15. PGHammer

    PGHammer MDL Senior Member

    Oct 14, 2011
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    Geeze - how big does a non-commercial Hyper-V server have to be? Hyper-V doesn't require all that much horsepower in and of itself - it simply leverages more modern features on Intel and AMD processors; in specific, ONE modern feature - Extended Processor Table support - and that is itself ONLY a requirement in desktop (not server) Windows 8 and later - OR Server 2016. While older versions of Server 2008R2/Server2012/Server2012R2 can leverage it, none of them need it; I ran the latter on a Q6600 (Kentsfield) *because* it didn't need EPT (which Q6600 lacks) - as opposed to Windows 10 (which can't use Hyper-V without EPT support in the CPU). In fact, if you have XEON server CPUs that lack EPT, Server 2012R2 or earlier are, in fact, the safest choice for repurposing these oldest of XEONs as non-commercial servers.

    Another possible repurpose is throwing a LTS version of Ubuntu on it and using it as an Android build farm (such as CyanogenMod); I'm using a spare HDD on my desktop for that same purpose (two personal projects intertwined based on the same version of CyanogenMod - 12.1). Ubuntu makes sense as the OS cost is, in fact, zero - hence your only cost in setting up the build farm itself - other than hardware - is, in fact, time. (I'm setting up a working model of the project itself up in a Kubuntu VM on the Windows 10 side of the same desktop running Hyper-V simply so I don't screw up on the real project OS side - which is, in fact, identical to the VM side except that the real project is running bare-metal, and thus has more system RAM and HDD space to play with. On either side, I'll sync and do the scutwork during the day, and do builds while I snooze - therefore, no lost sleep. I also won't be doing builds daily - or even nightly; at most, I'd do builds "weekly"; however, since I'll largely be working with existing trees, I'll sync daily or at worst every other day (the latter means I'll sync VM-side one day, and real side either that same day or the following day).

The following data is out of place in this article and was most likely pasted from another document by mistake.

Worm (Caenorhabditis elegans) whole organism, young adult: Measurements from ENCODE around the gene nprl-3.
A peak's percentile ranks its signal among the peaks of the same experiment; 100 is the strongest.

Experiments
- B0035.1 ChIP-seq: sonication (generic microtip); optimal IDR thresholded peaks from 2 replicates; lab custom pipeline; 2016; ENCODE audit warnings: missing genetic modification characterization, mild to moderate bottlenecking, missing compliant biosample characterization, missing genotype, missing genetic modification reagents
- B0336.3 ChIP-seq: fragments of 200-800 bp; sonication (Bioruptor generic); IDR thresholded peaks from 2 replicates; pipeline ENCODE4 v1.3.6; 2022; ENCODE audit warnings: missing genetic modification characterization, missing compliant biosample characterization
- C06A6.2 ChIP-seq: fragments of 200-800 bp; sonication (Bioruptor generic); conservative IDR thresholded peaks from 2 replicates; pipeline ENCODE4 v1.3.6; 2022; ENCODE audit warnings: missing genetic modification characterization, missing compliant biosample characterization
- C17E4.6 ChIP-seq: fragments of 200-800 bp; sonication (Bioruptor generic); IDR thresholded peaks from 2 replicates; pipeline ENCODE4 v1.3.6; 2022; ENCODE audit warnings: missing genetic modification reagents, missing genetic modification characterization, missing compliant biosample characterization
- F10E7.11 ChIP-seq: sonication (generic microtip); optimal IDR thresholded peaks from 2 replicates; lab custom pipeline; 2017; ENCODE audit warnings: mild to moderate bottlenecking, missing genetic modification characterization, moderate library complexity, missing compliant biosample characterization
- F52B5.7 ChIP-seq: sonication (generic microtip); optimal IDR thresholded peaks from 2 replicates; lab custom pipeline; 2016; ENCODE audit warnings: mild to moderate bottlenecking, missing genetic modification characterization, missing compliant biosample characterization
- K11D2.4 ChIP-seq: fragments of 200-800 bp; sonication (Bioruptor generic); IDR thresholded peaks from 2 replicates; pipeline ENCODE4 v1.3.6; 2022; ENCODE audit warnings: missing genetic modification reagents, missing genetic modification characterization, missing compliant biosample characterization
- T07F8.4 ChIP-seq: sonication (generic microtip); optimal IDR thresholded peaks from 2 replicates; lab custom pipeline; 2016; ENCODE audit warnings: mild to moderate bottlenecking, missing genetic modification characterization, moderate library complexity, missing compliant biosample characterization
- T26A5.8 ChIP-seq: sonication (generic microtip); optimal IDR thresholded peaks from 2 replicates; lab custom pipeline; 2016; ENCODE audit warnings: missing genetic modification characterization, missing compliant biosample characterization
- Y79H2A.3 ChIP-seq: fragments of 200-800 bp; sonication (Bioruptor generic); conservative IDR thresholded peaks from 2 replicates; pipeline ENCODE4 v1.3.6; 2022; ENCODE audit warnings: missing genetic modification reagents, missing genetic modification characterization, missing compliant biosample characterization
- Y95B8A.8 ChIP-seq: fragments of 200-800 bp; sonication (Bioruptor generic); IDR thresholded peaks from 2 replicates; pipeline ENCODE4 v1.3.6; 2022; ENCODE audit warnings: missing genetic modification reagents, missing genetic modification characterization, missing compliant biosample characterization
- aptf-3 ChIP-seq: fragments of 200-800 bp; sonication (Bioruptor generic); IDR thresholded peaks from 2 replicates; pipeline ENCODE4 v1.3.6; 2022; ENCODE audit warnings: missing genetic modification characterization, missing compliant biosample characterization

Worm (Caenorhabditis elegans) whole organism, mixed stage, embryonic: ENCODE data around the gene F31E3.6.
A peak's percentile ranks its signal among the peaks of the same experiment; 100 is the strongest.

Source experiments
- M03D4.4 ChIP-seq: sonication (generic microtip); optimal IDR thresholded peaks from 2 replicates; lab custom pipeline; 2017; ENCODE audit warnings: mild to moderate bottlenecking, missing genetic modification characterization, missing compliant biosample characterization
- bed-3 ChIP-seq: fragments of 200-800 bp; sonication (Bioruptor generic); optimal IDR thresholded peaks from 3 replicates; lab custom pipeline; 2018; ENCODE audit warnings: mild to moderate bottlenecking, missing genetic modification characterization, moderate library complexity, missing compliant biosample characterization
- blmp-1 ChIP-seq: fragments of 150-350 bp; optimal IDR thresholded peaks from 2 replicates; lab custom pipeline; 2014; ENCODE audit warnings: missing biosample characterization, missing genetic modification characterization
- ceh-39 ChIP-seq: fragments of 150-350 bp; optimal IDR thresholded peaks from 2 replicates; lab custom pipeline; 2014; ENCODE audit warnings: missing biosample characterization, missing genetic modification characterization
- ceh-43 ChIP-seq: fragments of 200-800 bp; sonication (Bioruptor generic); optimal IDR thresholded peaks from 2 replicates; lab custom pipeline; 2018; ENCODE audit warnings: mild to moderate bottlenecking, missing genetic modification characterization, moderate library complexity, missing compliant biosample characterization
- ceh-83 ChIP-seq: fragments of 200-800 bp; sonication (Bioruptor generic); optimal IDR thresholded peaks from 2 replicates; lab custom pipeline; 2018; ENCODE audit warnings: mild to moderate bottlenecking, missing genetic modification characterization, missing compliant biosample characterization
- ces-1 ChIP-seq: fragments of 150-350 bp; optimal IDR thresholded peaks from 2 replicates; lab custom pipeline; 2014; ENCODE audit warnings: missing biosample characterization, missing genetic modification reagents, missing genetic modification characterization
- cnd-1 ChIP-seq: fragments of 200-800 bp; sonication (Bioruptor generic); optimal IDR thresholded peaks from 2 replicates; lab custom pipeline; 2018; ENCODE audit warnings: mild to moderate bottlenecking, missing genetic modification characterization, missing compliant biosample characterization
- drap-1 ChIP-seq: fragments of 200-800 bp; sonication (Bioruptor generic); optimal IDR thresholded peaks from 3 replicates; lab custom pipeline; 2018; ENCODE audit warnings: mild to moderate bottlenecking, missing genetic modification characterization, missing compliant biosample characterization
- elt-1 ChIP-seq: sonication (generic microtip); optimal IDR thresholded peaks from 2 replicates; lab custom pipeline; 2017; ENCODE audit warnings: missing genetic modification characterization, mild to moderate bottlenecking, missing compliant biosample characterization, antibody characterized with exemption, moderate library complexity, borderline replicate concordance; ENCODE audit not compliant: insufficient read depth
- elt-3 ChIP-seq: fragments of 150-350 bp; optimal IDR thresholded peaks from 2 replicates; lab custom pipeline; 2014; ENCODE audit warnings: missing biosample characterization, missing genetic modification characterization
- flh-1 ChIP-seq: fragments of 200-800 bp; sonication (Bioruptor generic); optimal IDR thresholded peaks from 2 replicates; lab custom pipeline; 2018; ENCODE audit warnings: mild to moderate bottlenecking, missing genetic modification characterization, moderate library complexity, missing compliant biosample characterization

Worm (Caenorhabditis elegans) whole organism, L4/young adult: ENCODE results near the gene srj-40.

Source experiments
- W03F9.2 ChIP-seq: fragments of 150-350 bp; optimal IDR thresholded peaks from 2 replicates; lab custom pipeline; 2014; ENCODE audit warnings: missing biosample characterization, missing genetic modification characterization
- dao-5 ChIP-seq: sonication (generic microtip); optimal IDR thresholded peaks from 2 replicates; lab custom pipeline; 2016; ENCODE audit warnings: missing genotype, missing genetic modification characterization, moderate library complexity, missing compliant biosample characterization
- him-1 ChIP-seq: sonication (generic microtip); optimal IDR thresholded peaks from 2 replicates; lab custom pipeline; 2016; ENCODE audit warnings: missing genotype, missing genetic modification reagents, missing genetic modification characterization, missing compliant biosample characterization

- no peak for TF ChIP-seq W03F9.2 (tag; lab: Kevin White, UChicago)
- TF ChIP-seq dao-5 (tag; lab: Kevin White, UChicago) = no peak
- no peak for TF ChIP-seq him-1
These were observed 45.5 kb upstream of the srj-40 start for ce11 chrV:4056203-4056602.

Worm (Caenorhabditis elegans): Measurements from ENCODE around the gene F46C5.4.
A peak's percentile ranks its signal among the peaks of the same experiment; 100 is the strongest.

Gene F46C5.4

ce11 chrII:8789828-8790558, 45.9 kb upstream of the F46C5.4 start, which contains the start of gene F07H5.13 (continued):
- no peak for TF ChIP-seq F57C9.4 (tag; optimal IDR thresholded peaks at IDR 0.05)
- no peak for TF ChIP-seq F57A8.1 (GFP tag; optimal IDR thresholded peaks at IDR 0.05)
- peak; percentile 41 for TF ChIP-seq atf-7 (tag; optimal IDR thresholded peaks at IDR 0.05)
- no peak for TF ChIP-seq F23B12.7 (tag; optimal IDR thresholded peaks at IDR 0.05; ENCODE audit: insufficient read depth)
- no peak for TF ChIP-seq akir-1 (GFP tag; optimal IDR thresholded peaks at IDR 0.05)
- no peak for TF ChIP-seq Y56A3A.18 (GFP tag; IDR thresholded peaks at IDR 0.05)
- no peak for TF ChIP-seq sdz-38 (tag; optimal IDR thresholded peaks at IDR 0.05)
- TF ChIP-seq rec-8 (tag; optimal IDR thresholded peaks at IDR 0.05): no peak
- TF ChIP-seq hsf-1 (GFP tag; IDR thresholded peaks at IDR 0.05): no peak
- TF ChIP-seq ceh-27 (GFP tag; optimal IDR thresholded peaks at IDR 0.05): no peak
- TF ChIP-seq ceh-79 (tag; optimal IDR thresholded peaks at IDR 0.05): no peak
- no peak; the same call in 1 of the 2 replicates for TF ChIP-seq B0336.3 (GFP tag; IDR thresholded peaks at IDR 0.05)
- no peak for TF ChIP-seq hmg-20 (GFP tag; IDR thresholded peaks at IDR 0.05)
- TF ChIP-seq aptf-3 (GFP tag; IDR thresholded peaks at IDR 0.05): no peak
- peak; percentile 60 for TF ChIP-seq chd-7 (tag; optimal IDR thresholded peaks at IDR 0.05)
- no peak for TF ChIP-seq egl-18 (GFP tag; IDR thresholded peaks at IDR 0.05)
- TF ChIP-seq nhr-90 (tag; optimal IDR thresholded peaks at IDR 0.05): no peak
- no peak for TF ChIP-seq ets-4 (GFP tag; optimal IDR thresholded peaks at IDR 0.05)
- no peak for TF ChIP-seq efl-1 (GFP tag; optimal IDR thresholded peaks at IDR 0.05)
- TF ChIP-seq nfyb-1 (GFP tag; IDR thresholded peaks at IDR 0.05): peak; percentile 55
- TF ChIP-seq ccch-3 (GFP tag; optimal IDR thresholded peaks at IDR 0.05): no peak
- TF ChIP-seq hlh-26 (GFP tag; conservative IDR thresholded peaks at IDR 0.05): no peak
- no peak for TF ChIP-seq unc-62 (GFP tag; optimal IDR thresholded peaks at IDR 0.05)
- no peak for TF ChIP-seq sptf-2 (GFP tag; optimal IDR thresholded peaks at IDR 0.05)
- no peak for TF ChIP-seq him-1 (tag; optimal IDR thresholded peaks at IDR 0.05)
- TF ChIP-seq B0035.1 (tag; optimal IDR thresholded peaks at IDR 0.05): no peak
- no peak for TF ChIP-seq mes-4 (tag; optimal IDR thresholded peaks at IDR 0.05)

Running Hyper-V in and of itself is not that core-intensive - a Celeron DC E3400 can do it - and that is - literally, a nerfed dual-core E8400 (Wolfdale). It's what the VMs on a Hyper-V - or Xen, or vmWare - server are doing that gets core-intensive - not the hypervisor itself. (That applies to ALL the type 1 hypervisors.) If the ports were SATA - not SCSI - I'd use multiple WD EcoGreen drives in RAID and throw a 'buntu LTS on it and use it as a CM build farm; if they are (as you said) SCSI, I'd take the two largest same-size SCSI drives and do the same thing (RAID-0 mirroring, of course - repeating for each pair of like-sized drives until I run out of either pairs or repurposable servers) and either eBay them or local-paper them; local-paper makes the most sense as you can also sell extra services (such as basic support) if you choose.
     
  16. LiteOS

    LiteOS MDL Expert

    Mar 7, 2014
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    mb they can be used as lab for school or course